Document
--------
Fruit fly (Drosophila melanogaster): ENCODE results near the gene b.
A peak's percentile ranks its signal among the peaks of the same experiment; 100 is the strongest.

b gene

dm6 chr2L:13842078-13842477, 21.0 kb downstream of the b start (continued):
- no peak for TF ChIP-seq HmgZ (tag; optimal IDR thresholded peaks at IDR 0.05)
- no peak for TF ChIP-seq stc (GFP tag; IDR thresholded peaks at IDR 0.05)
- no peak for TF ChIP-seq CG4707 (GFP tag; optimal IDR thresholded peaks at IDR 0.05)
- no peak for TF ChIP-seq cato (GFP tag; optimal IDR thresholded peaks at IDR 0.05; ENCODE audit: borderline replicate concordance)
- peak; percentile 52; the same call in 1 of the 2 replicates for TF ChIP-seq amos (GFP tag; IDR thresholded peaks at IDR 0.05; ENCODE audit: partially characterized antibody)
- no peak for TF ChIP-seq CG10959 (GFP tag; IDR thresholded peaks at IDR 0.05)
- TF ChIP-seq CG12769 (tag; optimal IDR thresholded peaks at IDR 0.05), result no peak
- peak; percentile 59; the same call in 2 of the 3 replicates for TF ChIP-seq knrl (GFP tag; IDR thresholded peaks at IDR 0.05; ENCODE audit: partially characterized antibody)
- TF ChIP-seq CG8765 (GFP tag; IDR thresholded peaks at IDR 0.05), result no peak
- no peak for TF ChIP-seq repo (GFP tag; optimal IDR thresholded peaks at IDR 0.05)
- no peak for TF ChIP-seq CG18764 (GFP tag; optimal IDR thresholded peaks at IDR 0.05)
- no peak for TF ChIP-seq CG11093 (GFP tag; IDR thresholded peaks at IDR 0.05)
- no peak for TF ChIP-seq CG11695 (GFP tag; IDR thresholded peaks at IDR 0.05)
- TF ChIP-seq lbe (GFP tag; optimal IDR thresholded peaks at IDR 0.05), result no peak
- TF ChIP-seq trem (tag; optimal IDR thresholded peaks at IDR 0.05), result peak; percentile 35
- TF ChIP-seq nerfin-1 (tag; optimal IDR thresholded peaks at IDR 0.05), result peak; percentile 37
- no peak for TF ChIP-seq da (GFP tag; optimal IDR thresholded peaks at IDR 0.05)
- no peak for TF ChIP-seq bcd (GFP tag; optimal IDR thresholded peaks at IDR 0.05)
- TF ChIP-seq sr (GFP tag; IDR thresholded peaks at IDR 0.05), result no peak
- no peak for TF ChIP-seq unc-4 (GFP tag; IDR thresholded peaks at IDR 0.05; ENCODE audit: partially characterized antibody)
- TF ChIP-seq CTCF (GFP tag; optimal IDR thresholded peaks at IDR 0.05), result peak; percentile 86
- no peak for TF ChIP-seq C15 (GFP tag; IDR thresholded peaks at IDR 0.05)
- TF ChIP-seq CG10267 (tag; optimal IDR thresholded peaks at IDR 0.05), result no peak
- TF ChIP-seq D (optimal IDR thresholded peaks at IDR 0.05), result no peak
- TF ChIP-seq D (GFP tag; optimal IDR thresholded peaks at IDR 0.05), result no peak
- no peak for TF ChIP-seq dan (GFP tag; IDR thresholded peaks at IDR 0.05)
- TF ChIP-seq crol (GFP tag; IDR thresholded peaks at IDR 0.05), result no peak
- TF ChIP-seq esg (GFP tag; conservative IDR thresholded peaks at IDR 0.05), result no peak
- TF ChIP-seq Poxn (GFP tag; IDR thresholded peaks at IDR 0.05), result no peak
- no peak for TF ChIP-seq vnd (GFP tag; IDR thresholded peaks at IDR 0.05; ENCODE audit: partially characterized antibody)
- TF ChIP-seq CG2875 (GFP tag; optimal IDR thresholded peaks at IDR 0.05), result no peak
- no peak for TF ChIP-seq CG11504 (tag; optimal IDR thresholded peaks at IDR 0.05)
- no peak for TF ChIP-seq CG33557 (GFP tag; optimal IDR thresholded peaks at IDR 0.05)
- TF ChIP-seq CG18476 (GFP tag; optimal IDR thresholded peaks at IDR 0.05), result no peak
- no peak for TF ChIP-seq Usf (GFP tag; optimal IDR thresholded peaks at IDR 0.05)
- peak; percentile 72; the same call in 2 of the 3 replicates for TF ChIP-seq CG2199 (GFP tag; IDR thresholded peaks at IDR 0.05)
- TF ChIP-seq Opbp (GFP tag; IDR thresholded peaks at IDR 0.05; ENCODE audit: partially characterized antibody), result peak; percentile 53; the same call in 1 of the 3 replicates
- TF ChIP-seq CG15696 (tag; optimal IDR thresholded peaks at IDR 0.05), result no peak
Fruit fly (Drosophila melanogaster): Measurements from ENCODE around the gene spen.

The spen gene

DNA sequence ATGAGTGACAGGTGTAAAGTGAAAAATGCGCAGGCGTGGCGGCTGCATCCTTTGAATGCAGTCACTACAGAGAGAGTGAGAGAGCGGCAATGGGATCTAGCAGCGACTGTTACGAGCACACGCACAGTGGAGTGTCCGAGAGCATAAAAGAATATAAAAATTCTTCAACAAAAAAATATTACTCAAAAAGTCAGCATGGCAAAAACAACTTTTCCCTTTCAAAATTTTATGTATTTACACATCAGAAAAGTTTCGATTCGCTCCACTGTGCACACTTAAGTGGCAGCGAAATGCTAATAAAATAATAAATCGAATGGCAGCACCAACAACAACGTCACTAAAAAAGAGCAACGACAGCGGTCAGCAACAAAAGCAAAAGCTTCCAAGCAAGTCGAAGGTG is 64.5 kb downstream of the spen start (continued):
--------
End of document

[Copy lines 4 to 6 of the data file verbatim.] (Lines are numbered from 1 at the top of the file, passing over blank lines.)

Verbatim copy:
dm6 chr2L:13842078-13842477, 21.0 kb downstream of the b start (continued):
- no peak for TF ChIP-seq HmgZ (tag; optimal IDR thresholded peaks at IDR 0.05)
- no peak for TF ChIP-seq stc (GFP tag; IDR thresholded peaks at IDR 0.05)